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New coronavirus test revives hope of Pac-12 and Big Ten playing football

New coronavirus test revives hope of Pac-12 and Big Ten playing football
Posted at 9:41 PM, Sep 03, 2020
and last updated 2020-09-03 21:41:24-04

Larry Scott, the commissioner of the Pac-12 Conference, said Thursday that a new coronavirus test that claims to provide fast and accurate results is a “major step” when it comes to allowing a football season.

Last month, the Pac-12, along with the Big Ten and several other Division 1 FBS conference, decided to postpone the college football season. Meanwhile, two Division 1 FBS games were played on Thursday.

Of the Power 5 conference, the ACC, SEC and Big 12 are all moving forward with a fall football season. The decision not to have a fall football season for the Big Ten and Pac-12 amid the coronavirus pandemic came with some backlash as parents, players and even President Donald Trump have pushed for the Pac-12 and Big Ten to change their decisions.

And now they have a reason to change their mind.

“This is a major step toward the safe resumption of Pac-12 sport competitions,” said Pac-12 Commissioner Larry Scott. “The availability of a reliable test that can be administered daily, with almost immediate results, addresses one of the key concerns that was expressed by our medical advisory committee, as well as by student-athletes, coaches and others. At the same time, our partnership with Quidel, the industry leader in point-of-care antigen testing, will provide crucial research data that will benefit our members’ communities as well as the entire country.”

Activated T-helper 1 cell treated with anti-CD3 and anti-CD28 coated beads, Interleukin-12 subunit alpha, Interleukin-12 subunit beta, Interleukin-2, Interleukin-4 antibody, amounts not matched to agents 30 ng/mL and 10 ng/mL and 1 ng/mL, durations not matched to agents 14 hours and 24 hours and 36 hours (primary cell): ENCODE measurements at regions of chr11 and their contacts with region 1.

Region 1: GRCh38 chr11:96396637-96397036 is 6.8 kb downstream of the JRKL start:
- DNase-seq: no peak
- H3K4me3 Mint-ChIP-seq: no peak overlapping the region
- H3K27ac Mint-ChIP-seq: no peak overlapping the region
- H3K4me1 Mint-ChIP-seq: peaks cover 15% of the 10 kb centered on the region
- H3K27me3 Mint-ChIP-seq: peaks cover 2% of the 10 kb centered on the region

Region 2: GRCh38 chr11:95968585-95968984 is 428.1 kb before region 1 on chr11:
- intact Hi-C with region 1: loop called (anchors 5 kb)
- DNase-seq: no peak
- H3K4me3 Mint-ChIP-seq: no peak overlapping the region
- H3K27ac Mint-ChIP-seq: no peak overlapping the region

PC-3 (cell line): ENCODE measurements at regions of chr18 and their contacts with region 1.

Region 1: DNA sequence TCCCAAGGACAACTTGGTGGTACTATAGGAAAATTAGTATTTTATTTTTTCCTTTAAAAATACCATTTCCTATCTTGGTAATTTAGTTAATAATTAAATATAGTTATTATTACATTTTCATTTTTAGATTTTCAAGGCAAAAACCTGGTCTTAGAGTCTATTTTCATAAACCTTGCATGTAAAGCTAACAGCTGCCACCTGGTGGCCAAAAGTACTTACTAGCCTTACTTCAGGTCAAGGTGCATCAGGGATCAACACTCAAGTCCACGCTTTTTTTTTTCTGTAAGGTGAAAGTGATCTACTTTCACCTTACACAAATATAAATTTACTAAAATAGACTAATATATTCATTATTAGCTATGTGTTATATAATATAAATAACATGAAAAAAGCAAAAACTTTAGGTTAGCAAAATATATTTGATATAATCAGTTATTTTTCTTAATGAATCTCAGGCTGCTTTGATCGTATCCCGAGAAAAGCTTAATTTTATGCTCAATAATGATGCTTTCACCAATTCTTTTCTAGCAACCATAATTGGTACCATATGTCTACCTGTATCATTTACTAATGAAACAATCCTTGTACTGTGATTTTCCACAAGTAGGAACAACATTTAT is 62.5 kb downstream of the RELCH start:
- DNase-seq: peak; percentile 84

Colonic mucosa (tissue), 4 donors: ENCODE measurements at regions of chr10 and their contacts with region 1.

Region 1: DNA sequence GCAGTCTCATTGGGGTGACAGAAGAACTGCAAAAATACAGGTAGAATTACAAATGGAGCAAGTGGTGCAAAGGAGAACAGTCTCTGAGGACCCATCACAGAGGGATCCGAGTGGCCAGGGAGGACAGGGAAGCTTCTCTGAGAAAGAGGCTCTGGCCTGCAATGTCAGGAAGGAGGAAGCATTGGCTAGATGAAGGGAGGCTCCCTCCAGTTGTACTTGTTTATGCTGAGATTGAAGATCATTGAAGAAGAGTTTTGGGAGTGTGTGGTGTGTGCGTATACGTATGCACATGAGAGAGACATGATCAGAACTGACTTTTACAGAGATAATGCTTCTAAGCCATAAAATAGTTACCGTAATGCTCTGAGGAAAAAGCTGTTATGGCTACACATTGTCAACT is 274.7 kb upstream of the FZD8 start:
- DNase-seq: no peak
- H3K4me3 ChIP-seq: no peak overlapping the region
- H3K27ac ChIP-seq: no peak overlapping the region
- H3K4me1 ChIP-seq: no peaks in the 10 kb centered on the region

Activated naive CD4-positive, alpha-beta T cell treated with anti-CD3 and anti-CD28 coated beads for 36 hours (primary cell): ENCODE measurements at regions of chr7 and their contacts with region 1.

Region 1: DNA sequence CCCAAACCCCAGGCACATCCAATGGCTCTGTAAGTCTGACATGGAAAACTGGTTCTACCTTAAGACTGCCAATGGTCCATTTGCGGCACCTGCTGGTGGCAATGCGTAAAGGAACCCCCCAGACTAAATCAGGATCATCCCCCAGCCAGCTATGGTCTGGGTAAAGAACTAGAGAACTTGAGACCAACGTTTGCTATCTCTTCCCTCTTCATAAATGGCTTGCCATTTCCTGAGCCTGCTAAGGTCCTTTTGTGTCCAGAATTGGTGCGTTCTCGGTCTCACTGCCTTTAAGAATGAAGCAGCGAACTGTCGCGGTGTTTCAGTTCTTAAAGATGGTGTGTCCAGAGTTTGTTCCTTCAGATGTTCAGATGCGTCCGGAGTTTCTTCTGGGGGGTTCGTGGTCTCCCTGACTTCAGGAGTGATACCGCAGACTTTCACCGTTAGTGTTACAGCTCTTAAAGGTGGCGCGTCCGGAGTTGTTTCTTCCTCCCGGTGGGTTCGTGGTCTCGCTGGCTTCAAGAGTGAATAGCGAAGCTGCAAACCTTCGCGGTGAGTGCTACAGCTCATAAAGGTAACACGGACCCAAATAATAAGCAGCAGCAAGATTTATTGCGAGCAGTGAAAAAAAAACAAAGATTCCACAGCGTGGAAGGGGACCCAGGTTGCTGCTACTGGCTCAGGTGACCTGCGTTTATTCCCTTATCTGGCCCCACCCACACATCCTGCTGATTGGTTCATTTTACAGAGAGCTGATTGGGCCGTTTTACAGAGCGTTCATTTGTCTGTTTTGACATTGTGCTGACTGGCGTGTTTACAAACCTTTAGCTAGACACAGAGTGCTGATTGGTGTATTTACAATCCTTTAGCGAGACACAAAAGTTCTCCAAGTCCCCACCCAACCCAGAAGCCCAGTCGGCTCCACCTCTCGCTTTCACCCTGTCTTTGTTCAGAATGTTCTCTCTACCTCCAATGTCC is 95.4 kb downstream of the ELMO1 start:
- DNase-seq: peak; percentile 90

The Pac-12 said that the Quidel tests are expected to reach Pac-12 athletic departments by the end of the fall. The conference says that having a reliable rapid coronavirus test was a key reason why the conference postponed the fall football season.

The company claims to have results within 15 minutes and to be 96.7% accurate.

According to The Athletic reporter Nicole Auerbach, Scott said he is hopeful that the Pac-12 could resume and align its football calendar with the Big Ten. The two conferences have long held a symbolic relationship through the Rose Bowl, although in recent years, the Rose Bowl is no longer exclusively held between the champions of the Big Ten and Pac-12.

“This is an opportunity to get our athletes back to activity in a careful and controlled manner while monitoring outcomes. It is win-win for athletics and to better our understanding of strategies to prevent spread during sports,” said Dr. Kimberly Harmon, section head of sports medicine for the University of Washington.

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